One of my students recently introduced me to this smartphone app. I’ve known about the Webtoons for a while now because my high school computer students constantly want to read those in class when they finish their work (since the school doesn’t want games, videos, or Facebook happening). I also found the mobile site randomly when one student was looking at DICE (다이스).
- All the students are reading comics on Naver Webtoons these days. You’ll be able to relate to them on a whole new level. Ask them what they like and check them out.
- You can manage and save your Webtoons so that you can always keep up with those – even across multiple devices (requires login).
- It’s a highly entertaining way to study Korean and practice your reading (some comics even include background music to really help you get the right feeling for the action). I like to envision the sounds and voices in my brain (or out loud) like video anime – overly dramatic!
- If you’ve ever seen a manga (만화 in Korea), you know that it’s rife with onomatopoeia (the use of words to mimic sounds). (And I hear onomatopoeia is important for the Intermediate TOPIK.) See the examples below:
Some examples of onomatopoeia from DICE (다이스)
How to get the most out of Naver Webtoons
In order to benefit the most from Naver Webtoons (i.e. subscribe to your favorites), you’re going to have to create a Naver account. That’s very easy on a smartphone (and a little more complicated on the web, though the steps are basically the same). Follow the slideshow below for instructions on how to join:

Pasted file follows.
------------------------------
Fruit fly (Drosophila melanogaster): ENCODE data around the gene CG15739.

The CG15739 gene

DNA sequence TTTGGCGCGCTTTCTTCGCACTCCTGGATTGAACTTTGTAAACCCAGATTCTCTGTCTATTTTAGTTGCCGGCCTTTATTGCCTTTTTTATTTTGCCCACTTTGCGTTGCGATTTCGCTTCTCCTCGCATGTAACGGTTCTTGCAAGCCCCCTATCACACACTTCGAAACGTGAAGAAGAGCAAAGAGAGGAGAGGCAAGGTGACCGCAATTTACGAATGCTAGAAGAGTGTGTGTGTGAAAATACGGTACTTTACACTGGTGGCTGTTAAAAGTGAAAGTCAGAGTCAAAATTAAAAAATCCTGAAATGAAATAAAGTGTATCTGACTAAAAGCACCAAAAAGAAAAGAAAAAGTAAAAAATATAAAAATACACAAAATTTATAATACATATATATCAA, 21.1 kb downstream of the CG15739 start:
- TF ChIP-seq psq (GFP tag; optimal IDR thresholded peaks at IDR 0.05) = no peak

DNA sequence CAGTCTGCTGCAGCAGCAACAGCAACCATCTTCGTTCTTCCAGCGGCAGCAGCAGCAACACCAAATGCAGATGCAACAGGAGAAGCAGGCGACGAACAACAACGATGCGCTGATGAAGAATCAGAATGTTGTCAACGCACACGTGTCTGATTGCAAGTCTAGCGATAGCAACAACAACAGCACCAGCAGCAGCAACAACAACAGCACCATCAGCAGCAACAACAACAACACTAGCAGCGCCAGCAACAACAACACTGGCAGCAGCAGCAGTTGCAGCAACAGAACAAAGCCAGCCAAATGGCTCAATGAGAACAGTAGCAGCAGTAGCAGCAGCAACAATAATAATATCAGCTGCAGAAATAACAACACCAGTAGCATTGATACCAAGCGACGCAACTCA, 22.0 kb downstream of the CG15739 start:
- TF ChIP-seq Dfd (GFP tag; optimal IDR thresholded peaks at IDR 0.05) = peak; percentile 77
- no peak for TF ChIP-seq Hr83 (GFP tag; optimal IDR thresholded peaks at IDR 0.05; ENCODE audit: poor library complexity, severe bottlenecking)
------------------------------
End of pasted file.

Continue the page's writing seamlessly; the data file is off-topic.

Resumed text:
A good place to start
Once you’ve joined Naver, you can log in and begin finding, reading, and subscribing to Webtoons. A great place to start is a comic I saw recommended at koreanstudentblog. The comic name is “Penguin loves Mev” and is written by a Korean woman (married to a British man) in the UK. The great thing about this comic is that the online and mobile versions of it contain English translations of everything in the sidebar:
Here are Penguin’s:
More cool Webtoons
Here are some other cool Webtoons that I’ve found:
i came across the onomatopoeia “seuk” while proofreading a korean webtoon but i have no idea what it means…
Hi, Penguin loves Mev sounds like a great recommendation, but I can’t see the translation. Do you need to be logged in to Naver to see the English translation, or is there some config option that you need to set?
It looks like the more recent editions of Penguin loves Mev are entirely in Korean. You’d probably need to check back at some of the very first comics in the series to see the ones with translations.